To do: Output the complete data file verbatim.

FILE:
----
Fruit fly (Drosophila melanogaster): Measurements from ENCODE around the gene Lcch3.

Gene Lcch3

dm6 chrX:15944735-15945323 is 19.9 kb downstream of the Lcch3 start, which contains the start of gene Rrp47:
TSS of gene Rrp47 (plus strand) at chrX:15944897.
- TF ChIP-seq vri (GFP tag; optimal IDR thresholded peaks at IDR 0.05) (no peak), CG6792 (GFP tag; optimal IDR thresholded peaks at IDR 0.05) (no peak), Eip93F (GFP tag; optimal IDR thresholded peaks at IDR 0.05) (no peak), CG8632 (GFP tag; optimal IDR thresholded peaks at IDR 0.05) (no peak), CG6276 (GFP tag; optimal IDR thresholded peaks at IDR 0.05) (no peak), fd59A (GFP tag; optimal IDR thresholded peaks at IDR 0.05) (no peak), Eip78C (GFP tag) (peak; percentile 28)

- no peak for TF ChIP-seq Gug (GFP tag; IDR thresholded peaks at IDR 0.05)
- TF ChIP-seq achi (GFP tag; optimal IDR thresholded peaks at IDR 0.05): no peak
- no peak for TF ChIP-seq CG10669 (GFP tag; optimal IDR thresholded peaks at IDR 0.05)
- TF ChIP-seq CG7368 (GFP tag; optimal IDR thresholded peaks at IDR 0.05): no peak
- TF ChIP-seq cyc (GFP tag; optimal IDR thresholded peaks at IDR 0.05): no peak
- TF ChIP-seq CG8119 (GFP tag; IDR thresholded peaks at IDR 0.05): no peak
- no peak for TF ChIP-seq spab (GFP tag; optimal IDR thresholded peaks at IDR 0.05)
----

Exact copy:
Fruit fly (Drosophila melanogaster): Measurements from ENCODE around the gene Lcch3.

Gene Lcch3

dm6 chrX:15944735-15945323 is 19.9 kb downstream of the Lcch3 start, which contains the start of gene Rrp47:
TSS of gene Rrp47 (plus strand) at chrX:15944897.
- TF ChIP-seq vri (GFP tag; optimal IDR thresholded peaks at IDR 0.05) (no peak), CG6792 (GFP tag; optimal IDR thresholded peaks at IDR 0.05) (no peak), Eip93F (GFP tag; optimal IDR thresholded peaks at IDR 0.05) (no peak), CG8632 (GFP tag; optimal IDR thresholded peaks at IDR 0.05) (no peak), CG6276 (GFP tag; optimal IDR thresholded peaks at IDR 0.05) (no peak), fd59A (GFP tag; optimal IDR thresholded peaks at IDR 0.05) (no peak), Eip78C (GFP tag) (peak; percentile 28)

- no peak for TF ChIP-seq Gug (GFP tag; IDR thresholded peaks at IDR 0.05)
- TF ChIP-seq achi (GFP tag; optimal IDR thresholded peaks at IDR 0.05): no peak
- no peak for TF ChIP-seq CG10669 (GFP tag; optimal IDR thresholded peaks at IDR 0.05)
- TF ChIP-seq CG7368 (GFP tag; optimal IDR thresholded peaks at IDR 0.05): no peak
- TF ChIP-seq cyc (GFP tag; optimal IDR thresholded peaks at IDR 0.05): no peak
- TF ChIP-seq CG8119 (GFP tag; IDR thresholded peaks at IDR 0.05): no peak
- no peak for TF ChIP-seq spab (GFP tag; optimal IDR thresholded peaks at IDR 0.05)